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Stop SB 471 and keep the right to report pollution

Though I have never met everyone on this email distribution list, I do know that we are grouped together through a mutual bond of conserving and protecting our natural environment by ensuring clean air and clean water and by recognizing climate change and the potential for human health risks associated with pollution. My technical background with the Texas Commission on Environmental Quality (TCEQ) from 1990 – 2018 and my work since make me uniquely qualified to analyze this proposed piece of legislation and its impact on the Agency and on the public. 

As you may or may not be aware, Texas Senate Bill 471, that is authored by District 30 Senator Drew Springer, was considered in a public hearing on March 13, 2023. It was left pending in committee until substitute bill language resulted in its passage out of the Senate’s Water, Agriculture, and Rural Affairs Committee on April 19. At the author’s request, it was fast-tracked to the Senate by suspending rules on the Intent Calendar, Regular Order of Business, and the Three Day Rule and was passed on April 27. It was then forwarded to the Texas House of Representatives on that same day and was later referred to its Environmental Regulation Committee on May 4. The bill’s history can be accessed at the link below.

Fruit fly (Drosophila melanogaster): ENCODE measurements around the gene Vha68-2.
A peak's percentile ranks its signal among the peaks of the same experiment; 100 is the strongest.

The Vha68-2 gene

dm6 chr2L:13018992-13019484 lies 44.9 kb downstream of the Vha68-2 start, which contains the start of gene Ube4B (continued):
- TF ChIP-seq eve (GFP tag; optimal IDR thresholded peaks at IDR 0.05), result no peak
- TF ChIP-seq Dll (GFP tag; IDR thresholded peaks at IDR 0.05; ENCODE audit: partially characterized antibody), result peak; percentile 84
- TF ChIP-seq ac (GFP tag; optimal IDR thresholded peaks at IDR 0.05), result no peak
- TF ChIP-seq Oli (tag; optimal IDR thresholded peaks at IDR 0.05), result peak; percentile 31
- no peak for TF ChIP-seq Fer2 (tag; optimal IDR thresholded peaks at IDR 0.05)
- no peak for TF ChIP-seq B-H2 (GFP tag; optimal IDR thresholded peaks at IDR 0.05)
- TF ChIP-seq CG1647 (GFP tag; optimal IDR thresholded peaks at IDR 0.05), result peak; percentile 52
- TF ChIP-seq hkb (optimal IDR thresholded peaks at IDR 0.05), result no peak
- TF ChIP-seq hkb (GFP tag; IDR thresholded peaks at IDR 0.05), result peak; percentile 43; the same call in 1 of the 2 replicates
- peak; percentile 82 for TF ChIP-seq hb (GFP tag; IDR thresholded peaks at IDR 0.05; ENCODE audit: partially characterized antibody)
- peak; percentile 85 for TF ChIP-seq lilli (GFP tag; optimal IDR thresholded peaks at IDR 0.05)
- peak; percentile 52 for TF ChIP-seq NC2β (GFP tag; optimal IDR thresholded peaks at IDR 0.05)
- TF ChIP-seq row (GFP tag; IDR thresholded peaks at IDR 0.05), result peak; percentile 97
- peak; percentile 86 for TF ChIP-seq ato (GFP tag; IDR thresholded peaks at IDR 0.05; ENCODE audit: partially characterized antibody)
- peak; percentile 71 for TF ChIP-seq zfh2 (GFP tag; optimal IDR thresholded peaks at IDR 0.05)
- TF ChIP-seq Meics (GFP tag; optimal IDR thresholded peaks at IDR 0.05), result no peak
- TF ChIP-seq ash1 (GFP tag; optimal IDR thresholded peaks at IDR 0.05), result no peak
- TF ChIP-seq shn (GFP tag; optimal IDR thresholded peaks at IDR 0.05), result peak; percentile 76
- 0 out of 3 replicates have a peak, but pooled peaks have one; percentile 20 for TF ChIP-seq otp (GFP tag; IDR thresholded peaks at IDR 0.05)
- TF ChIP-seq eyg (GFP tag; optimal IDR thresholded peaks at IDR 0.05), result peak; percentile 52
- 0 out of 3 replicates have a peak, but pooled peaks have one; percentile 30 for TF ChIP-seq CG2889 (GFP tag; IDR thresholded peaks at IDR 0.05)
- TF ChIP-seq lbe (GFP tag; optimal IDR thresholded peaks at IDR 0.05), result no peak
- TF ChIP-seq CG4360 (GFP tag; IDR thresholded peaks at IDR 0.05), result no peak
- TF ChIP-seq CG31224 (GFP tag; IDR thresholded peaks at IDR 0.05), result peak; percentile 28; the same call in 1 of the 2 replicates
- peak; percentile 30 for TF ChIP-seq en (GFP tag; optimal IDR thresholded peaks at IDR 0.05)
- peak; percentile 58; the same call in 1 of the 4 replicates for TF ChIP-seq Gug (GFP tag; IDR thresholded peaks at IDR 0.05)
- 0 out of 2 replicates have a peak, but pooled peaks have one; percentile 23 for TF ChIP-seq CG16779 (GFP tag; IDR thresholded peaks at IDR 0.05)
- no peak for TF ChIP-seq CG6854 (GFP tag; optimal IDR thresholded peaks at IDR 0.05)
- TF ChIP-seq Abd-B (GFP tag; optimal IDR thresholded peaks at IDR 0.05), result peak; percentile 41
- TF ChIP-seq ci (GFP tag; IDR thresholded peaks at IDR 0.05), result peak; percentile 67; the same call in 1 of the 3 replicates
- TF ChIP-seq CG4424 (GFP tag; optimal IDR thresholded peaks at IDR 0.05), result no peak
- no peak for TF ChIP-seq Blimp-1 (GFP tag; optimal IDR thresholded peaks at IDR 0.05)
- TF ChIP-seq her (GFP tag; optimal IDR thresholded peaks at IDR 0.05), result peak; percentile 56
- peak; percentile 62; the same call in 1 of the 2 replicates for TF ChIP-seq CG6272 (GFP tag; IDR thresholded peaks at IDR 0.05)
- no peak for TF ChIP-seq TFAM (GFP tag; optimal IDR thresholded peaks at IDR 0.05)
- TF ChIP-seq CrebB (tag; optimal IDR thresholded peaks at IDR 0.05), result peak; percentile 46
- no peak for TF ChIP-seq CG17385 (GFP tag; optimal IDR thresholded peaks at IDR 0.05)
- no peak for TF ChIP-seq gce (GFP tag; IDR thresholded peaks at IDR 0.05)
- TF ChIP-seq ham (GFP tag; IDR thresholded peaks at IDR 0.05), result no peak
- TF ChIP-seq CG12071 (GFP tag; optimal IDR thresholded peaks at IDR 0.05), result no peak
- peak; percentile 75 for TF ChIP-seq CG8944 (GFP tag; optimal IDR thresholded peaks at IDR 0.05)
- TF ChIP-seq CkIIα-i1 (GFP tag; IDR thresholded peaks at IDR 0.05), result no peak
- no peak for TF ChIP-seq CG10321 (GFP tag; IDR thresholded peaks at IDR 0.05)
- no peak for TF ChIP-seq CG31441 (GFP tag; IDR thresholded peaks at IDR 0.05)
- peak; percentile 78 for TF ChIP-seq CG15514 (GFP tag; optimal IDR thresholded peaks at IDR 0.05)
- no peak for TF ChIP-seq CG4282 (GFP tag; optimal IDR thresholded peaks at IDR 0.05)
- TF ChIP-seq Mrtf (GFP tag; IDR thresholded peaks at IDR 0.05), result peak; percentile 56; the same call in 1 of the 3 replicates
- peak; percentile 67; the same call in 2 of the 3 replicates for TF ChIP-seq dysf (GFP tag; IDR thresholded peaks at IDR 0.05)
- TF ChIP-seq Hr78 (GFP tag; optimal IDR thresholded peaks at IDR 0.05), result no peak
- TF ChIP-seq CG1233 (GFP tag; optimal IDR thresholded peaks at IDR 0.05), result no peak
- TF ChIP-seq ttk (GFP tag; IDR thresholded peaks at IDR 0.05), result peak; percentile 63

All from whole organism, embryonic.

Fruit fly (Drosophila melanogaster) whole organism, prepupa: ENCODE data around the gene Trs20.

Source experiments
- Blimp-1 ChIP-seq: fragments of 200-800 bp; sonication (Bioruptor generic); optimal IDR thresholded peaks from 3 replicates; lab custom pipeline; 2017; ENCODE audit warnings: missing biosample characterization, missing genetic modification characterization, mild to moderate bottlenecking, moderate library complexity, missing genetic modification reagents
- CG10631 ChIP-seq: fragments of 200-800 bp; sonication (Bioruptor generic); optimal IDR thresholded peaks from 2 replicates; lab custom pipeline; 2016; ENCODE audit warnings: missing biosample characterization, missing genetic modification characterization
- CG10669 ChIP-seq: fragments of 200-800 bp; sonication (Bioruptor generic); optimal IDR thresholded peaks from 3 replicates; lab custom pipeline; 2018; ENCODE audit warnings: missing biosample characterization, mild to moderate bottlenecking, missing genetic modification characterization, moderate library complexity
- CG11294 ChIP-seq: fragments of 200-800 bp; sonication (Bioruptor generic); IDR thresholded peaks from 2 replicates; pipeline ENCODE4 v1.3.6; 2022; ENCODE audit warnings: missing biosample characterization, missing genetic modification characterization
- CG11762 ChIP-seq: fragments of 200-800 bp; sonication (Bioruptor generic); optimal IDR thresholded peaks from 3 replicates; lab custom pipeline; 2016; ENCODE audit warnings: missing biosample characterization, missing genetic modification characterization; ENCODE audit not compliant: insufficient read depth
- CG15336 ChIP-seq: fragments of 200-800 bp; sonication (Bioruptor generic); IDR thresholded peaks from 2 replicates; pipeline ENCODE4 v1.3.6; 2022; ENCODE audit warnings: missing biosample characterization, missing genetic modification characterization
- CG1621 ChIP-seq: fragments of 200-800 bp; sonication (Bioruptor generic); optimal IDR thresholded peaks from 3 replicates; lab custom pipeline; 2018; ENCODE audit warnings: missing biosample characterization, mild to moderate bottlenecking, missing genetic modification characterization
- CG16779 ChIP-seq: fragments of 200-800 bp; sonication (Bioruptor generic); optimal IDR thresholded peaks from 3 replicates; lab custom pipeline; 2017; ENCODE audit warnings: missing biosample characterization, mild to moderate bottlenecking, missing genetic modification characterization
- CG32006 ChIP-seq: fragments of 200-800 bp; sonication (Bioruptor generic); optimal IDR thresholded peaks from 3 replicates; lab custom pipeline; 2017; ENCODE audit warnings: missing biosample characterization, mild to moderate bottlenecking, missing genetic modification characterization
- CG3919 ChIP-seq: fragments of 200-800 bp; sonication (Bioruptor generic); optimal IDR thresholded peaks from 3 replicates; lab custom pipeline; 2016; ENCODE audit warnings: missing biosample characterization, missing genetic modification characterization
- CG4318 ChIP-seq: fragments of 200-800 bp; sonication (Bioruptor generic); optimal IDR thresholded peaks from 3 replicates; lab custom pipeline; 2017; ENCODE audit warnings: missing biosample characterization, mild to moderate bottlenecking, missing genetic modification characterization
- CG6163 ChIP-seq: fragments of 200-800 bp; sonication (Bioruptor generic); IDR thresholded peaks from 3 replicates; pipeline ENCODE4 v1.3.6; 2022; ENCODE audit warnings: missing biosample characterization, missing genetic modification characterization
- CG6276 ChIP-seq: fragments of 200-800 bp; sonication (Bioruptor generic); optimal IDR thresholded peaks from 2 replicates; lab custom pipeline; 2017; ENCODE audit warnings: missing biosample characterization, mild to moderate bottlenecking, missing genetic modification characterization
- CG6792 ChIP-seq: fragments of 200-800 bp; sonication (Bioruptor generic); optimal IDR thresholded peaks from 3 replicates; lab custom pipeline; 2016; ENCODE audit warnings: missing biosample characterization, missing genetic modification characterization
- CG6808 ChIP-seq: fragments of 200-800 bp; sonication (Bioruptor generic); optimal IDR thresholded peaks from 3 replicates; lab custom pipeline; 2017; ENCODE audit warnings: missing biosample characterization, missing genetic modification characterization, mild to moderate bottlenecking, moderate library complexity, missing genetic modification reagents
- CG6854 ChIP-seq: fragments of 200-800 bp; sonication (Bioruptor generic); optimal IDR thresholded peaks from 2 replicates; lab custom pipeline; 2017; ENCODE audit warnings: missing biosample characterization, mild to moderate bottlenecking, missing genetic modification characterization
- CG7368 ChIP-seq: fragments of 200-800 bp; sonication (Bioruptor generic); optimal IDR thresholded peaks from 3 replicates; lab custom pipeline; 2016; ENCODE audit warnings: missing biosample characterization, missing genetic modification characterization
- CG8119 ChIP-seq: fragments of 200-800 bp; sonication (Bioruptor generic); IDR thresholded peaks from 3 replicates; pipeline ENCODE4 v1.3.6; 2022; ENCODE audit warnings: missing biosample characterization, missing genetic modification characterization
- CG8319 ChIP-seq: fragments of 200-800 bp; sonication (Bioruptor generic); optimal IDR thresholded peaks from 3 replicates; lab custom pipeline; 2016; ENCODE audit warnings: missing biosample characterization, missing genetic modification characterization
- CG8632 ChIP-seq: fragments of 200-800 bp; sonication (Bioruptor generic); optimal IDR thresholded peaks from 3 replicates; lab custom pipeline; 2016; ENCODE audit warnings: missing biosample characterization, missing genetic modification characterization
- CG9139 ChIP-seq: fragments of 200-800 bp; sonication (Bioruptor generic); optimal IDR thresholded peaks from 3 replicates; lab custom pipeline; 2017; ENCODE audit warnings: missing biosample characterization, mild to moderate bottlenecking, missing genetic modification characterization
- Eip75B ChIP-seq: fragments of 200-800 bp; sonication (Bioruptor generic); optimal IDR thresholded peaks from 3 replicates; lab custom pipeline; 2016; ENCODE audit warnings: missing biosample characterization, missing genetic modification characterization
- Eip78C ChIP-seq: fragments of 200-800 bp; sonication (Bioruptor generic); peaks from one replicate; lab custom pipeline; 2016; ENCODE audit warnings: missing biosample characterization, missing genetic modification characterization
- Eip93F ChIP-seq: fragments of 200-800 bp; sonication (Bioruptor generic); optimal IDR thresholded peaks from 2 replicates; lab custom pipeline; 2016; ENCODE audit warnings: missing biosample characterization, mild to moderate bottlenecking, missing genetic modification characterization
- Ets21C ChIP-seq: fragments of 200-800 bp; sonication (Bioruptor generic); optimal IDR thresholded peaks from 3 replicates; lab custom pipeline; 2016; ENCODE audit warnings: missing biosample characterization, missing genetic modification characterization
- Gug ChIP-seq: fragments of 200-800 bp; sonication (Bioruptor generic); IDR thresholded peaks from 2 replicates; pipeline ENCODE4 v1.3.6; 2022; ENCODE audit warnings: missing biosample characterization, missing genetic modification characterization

I hope that each of you takes the time to read the enclosed bill language carefully because it is terrible for your non-governmental environmental organizations including members and affiliates, local communities, family, friends, and of course your constituents, supporters, and funders. In essence, the TCEQ no longer appears willing to fulfill one of its core functions that has been around for decades – conducting environmental investigations. 

Per the current bill language that will be added to Section 1, Section 5.176 of the Texas Water Code, “(c) the commission is not required to investigate a complaint; (1) that may be addressed during other commission activities; or (2) that was filed by an individual when there is not a reasonable probability that the commissions can substantiate the complaint and; (A) the complaint is repetitious or redundant of other complaints concerning the same site investigated in the preceding 12 months that were not substantiated by the commission; or (B) the complainant has filed in the preceding seven years at least five complaints that were not substantiated by the commission.”